If you must pick a religion (I’m a devout Christian myself), pick one based on moral principles, where abstractions don’t matter.  If you pick a religion based on economics, the abstractions will fall apart as soon as they are applied to the real world, and when the abstractions fall apart, so will the world they are applied to.  Money matters, and MMT is a poisonous cult.

1 thought on “The Post-Keynesian Religion”

  1. “post keynesians put monetary policy at the center of the economy”

    What you just stated is functional finance not monetary policy lol. Keynes himself rejected the usefulness of monetary policy to begin with as well as some horizontalists like Marc Lavoie. The author himself does not seem to be aware of the myriad of critiques of MMT written by Post Keynesians such as Marc Lavoie, Thomas Palley, Matias Vernego, etc. which I endorse, I am not an MMTer.

    ” Taxes are simply a mechanism to smooth things over should government spending exceed demand. Taxation, to the post-Keynesian, is nothing more than an emergency brake.”

    Even in the MMT/Neo Chartalist framework this is anything but true. Attempting to combine chartalism with aspects of credit money theory, Neo chartalists like Randall Wray posit deficit spending as issuing credit and taxes as a method of paying off that obligation.

    “MMT adherents like to claim that theirs is an accurate description for how inflation, the money supply, and the Federal Reserve all work, but theirs is not descriptive of these things at all. Rather, MMT describes how post-Keynesians would like inflation”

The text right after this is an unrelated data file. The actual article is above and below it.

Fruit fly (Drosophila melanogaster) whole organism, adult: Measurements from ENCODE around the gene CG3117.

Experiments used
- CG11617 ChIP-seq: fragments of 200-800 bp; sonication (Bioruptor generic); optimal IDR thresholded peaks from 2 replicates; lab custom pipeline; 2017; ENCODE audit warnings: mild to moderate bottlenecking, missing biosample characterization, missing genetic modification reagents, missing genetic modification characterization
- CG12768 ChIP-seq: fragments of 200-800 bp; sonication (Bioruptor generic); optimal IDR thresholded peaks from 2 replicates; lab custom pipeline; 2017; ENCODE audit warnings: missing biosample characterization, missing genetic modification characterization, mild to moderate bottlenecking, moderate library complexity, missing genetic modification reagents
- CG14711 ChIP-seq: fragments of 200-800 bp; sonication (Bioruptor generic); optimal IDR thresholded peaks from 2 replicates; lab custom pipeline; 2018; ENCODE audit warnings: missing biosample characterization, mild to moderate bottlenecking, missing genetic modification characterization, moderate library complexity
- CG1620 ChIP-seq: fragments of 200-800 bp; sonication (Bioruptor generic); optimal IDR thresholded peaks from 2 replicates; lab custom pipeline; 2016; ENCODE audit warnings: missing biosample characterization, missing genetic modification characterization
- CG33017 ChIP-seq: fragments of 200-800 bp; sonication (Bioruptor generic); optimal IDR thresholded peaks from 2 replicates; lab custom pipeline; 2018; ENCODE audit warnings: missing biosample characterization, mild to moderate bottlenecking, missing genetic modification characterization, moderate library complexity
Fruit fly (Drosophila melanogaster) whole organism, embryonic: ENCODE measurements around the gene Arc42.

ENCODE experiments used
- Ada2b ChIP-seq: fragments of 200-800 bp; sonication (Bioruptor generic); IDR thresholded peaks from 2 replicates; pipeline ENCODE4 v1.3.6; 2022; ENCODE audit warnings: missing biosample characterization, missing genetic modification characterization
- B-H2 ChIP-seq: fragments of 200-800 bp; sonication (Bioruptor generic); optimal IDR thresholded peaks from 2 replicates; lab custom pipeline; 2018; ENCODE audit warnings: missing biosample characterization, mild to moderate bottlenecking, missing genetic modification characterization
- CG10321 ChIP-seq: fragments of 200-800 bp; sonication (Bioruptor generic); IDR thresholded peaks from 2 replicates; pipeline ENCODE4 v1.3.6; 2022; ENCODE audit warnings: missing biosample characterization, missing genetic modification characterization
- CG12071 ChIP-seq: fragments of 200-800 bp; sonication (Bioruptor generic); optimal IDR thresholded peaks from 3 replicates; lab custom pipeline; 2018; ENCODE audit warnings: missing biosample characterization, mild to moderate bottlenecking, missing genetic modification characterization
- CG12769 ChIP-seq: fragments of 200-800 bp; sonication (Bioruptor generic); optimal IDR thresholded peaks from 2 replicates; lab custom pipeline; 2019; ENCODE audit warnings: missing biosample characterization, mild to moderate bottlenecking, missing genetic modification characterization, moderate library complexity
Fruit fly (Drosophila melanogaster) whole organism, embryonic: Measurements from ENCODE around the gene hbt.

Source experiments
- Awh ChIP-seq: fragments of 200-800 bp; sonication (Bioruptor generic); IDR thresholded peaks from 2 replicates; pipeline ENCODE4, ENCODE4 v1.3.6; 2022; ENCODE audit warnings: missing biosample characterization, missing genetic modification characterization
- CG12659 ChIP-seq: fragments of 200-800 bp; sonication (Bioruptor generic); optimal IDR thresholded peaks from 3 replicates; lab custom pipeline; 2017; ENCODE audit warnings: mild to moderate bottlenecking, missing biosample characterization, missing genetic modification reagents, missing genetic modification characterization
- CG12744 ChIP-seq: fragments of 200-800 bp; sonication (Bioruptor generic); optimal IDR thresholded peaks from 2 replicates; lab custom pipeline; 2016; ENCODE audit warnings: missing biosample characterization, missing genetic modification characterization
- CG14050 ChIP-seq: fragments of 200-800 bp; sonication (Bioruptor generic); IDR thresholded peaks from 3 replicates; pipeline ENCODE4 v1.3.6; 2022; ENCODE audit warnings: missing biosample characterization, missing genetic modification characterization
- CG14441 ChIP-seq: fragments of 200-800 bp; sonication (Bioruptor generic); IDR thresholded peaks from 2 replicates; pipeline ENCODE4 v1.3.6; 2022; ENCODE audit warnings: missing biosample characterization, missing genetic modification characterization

Hmmm?! Endogenous money theory certainly is not derived that way at all. PKs look at institutional arrangements in the banking sector and use them to come to the conclusions that they do, mainly that loans create deposits and deposits create reserves, the main principle being that money(stock) must have an existing counterpart(flow) in order for a stock flow consistent account. Lavoie specifically shows how flows differ in overdraft vs asset based economies and Wray how endogeneous money is present even in medieval economies, under different institutional arrangements.

    “Normal inflation occurs when fractional bank lending is the primary driving force behind the growth of the M2 money supply. Hyper-inflation occurs when government spending starts to compete with fractional lending as the driving force behind the growth of the M2 money supply.”

    From the horizontalist account, this is anything but true. The causation of the money multipier is in reverse. First the treasury sells bonds to the federal reserve to acquire funds(one of the institutional arrangements MMTers ignore. Hence why they can claim that taxes and bonds dont finance spending), which become a deposit at the central bank. The government then pays its civil servants which effectively turns them into household deposits. Assuming this to be an overdraft economy, commercial banks acquire the required reserves from the central bank. Loans create deposits and deposits create reserves, the money supply increases in response to the demand for money. The central bank also targets the overnight interest rate as the benchmark that other rates of return on financial assets gravitate to. They do this through open market operations. In this case, excess reserves have been created through the process above, so the central bank sells treasury bonds that it acquired to commercial banks, preventing the overnight rate from falling.

    All in all, this was a poorly made critique of PK